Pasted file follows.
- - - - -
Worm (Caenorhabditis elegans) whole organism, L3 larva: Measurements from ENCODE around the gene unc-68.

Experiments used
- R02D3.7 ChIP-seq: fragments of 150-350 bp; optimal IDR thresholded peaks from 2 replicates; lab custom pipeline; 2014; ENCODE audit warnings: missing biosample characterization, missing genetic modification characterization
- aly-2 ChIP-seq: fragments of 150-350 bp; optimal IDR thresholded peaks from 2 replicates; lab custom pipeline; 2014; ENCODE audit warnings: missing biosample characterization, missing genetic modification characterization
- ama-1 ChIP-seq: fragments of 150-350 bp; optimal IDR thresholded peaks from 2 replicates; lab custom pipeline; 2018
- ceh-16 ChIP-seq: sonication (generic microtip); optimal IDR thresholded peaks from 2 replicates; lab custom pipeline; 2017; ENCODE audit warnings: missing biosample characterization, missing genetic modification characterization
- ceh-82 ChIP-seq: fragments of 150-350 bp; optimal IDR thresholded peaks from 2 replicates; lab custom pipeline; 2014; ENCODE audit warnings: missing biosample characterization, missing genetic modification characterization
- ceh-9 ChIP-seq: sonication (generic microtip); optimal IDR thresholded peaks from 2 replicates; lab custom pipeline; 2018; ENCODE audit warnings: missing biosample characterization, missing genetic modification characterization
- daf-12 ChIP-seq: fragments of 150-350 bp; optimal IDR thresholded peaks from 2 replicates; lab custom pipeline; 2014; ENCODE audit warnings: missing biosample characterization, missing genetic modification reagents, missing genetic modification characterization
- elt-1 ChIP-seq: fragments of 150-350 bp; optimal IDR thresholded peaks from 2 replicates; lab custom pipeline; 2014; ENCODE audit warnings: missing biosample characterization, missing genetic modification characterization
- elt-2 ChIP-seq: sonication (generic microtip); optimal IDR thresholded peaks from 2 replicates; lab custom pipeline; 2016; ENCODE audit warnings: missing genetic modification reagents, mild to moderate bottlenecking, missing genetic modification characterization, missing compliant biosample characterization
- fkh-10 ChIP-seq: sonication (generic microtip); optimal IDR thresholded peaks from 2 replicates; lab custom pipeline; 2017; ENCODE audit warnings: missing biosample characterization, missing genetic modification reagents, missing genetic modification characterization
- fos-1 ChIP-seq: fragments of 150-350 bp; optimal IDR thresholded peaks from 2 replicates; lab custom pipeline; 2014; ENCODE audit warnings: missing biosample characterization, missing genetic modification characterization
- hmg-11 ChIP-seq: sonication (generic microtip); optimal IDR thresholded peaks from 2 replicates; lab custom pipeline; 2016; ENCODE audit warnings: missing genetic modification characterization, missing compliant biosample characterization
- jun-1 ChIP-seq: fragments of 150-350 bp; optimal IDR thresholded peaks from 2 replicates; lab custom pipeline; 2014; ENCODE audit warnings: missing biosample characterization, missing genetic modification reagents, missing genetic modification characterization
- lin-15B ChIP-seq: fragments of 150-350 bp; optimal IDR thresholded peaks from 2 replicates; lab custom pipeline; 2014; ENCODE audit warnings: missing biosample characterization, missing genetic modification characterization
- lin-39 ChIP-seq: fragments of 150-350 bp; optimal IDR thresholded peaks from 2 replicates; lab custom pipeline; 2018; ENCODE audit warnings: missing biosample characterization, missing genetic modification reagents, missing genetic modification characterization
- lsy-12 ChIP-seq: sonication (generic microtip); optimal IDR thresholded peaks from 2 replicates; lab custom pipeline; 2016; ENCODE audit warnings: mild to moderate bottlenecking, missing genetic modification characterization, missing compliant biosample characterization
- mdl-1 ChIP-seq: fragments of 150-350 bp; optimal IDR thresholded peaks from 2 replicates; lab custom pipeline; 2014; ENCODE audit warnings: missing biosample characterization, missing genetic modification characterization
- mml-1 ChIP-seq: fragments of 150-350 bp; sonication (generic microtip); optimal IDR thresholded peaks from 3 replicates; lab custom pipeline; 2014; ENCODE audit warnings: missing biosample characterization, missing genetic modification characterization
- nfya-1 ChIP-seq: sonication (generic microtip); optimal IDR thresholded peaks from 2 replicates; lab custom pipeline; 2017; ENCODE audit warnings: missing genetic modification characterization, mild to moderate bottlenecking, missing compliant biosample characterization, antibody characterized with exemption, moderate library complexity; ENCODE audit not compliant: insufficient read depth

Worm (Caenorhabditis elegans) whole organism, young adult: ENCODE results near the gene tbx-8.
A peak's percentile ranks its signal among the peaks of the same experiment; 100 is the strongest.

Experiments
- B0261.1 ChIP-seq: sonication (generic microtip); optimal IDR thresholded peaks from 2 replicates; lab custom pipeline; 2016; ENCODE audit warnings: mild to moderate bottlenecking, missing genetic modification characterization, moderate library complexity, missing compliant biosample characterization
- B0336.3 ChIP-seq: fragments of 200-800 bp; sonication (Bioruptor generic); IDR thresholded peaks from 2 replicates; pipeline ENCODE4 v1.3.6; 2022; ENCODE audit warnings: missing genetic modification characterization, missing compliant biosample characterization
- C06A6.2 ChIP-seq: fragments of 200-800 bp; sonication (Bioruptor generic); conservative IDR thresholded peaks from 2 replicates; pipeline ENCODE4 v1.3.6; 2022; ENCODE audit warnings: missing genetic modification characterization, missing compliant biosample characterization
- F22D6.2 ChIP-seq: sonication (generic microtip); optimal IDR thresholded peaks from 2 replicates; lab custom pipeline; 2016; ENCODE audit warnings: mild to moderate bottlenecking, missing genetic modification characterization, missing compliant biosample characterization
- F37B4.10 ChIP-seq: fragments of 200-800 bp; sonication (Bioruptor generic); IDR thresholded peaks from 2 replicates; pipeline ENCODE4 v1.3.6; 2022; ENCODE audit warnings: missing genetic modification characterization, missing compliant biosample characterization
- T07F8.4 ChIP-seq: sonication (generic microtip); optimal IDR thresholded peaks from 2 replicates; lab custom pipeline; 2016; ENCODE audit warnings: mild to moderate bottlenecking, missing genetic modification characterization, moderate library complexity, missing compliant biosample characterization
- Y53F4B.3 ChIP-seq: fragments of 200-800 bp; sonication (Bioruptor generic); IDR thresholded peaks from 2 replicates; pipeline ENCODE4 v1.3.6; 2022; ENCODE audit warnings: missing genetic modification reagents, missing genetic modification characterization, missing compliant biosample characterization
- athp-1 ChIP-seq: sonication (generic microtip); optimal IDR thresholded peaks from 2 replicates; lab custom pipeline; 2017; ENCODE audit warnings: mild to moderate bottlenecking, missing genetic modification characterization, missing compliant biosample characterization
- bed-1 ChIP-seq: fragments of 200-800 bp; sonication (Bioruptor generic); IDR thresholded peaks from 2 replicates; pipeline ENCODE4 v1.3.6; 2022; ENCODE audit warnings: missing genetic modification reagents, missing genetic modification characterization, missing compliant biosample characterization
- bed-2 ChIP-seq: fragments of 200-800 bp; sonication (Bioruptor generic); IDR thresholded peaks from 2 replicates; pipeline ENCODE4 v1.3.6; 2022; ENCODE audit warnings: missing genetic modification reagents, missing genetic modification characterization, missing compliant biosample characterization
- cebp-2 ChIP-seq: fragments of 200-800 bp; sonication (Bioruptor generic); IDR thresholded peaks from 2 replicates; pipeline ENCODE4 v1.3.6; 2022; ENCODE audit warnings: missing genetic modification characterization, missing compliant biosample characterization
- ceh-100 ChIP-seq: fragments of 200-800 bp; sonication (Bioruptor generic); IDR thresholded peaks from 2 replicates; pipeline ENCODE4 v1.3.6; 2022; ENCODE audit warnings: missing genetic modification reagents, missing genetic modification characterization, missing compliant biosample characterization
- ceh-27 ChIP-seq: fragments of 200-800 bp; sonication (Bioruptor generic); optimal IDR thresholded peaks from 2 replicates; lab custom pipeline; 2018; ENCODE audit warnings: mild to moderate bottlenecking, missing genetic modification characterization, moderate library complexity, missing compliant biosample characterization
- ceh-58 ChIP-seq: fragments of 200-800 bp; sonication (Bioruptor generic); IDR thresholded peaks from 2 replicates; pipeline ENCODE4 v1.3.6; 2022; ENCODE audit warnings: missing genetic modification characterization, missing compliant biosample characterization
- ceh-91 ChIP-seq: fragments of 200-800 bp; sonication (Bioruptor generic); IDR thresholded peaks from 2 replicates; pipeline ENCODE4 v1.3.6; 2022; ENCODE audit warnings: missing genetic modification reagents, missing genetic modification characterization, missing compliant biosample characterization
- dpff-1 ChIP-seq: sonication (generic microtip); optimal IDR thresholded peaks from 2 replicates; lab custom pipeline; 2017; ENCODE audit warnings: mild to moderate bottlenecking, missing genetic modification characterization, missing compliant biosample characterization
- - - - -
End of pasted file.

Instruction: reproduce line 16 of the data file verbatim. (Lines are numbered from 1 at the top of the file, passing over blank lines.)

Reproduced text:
- lin-15B ChIP-seq: fragments of 150-350 bp; optimal IDR thresholded peaks from 2 replicates; lab custom pipeline; 2014; ENCODE audit warnings: missing biosample characterization, missing genetic modification characterization